Back in 2002 the care home sector was emerging from a difficult period. This had been caused by a combination of factors including increased regulatory pressure, a squeeze on local authority fee rates and the collapse of what was then the country’s biggest care home landlord, NHP. As the market began to recover, there was some speculation in market commentary at the time as to whether care home values could reach £40,000 per bed. As it turned out, by 2005 they had passed £100,000 per bed in many areas.
We find ourselves at a very similar stage of the cycle today, emerging slowly from a trying period of pressure on fees, regulatory change and company failure. The last of these has created an environment where there a number of businesses and properties which have become available at heavily discounted rates as a consequence of forced or distressed sale situations. Naturally, the savvy buyers are doing what they can to grow their estates through acquisition of these care home assets at discounted rates. Private operators will try to buy what they can during what is a rapidly closing window of opportunity. Private Equity backed management teams will be similarly hobbled by their boards of directors insisting that they only buy new business at reduced multiples, in order to achieve maximum uplift come their own exit.
But here’s the thing: by refusing to adopt a flexible approach to pricing those buyers are potentially missing the best opportunities, in failing to recognise the fundamental difference in values between distressed sales and successfully trading businesses. This tactical approach starts with the misconception that every seller has to sell and therefore the purchaser has the whip-hand when it comes to price negotiation. In fact it is generally the case that operators of successful businesses, by the time they have reached a stage of appointing an agent or corporate finance house, may very well want to sell, but they don’t necessarily have to. They will reasonably and rightly expect that the business in which they have invested their money and time to maintain performance, property assets, occupancy and staff morale, will attract a reasonable multiple of EBITDA (Earnings Before Interest, Tax, Depreciation and Amortisation) greater that those which have failed as a consequence of under-investment or mismanagement.
It might well be the case that distressed sales can be acquired at multiples of, say, 5 x EBITDA or even less. However, now that the banks are back in the market and readily providing debt of up to 6 x EBITDA, it doesn’t take a rocket scientist to work out that the calculation supports multiples of around 8 x EBITDA when the equity is factored in. These figures are eminently reasonable for successfully trading and well-invested business and there is no reason why the very best in the market should not attract higher values still.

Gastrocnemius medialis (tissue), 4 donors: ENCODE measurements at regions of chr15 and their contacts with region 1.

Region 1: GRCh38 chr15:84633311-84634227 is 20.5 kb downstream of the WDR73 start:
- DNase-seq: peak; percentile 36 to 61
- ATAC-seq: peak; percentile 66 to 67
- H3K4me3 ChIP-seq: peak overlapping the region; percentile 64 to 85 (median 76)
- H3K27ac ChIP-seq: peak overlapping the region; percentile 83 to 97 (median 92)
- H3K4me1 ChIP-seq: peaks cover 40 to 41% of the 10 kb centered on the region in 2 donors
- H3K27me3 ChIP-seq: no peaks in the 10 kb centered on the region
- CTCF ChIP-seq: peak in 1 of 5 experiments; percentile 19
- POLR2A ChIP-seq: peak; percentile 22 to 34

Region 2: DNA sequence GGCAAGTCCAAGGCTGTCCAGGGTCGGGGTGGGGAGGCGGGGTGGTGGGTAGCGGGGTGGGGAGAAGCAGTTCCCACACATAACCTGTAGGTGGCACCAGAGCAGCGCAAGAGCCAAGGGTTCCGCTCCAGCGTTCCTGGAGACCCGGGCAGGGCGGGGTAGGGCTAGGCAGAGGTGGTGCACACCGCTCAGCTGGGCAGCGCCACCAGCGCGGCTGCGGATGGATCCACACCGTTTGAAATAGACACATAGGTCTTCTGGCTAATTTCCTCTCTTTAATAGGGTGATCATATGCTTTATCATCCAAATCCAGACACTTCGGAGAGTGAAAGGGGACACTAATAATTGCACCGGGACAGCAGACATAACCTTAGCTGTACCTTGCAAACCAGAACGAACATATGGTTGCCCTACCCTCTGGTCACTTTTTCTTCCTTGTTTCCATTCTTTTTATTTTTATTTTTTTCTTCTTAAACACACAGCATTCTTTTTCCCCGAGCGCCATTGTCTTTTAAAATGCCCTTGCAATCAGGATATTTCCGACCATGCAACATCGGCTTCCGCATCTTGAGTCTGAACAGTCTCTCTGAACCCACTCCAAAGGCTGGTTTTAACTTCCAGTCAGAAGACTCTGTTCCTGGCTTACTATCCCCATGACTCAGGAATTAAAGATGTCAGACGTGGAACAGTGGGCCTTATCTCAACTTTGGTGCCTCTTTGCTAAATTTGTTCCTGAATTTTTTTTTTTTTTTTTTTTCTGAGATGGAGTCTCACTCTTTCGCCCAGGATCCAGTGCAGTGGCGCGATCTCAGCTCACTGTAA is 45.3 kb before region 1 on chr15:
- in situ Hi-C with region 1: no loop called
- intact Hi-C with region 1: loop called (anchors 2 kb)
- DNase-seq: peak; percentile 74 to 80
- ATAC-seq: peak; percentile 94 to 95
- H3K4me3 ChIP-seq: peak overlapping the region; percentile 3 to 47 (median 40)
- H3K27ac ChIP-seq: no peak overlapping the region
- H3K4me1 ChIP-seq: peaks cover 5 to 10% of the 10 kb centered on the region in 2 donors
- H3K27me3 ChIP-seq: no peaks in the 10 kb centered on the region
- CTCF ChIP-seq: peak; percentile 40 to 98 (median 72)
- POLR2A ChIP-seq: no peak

Steve Chester is a Director of Axis Commercial Finance, one of the care sector’s leading finance brokers. He comments, ‘there is a relatively limited number of top-end assets available and buyers will be forced to look more objectively at a wider range of businesses.’ He goes on to say that ‘there is absolutely nothing wrong with the majority of the ‘mid-tier’ care homes, where most of the UK’s beds are, and many of these are as bankable as any other business sector.’
The point is that buyers are increasingly finding that they are simply unable to attract the acquisitions they seek by persisting with a ‘one multiple fits all’ approach to values. The vendor who simply wants to sell has no incentive to do so at discounted rates, as the successful business will already be generating returns they will not be able to replicate elsewhere by selling at such values. It strikes me that the directors of both privately owned and Private Equity backed companies must increasingly find themselves looking awkwardly at one another across boardroom tables, wondering why their growth strategies don’t appear to be working any more.
So the message is this; it’s time to raise the game! It’s very nearly 2014, not 2010 and whether you like it or not the days of predatory purchasing at heavily discounted levels are fast diminishing. Consider once again the value graph between 2002 and 2005. If you won’t take my word for it, just ask Colliers, Christie & Co, GVA, Savills, Pinders or any number of bank-panel valuers to dig out their healthcare data from the period.
The fact is that what simply represents a fair multiple now, might look like very good value indeed in three years time. The funding is available and after four or five very difficult years, there are a good number of operators who are ready to exit but they will only do so at values which represent fair and reasonable returns. Trying to discount the value of every acquisition now is likely to leave you standing still and will probably only serve to have the effect of discounting the value of your own business by 2015.December 2013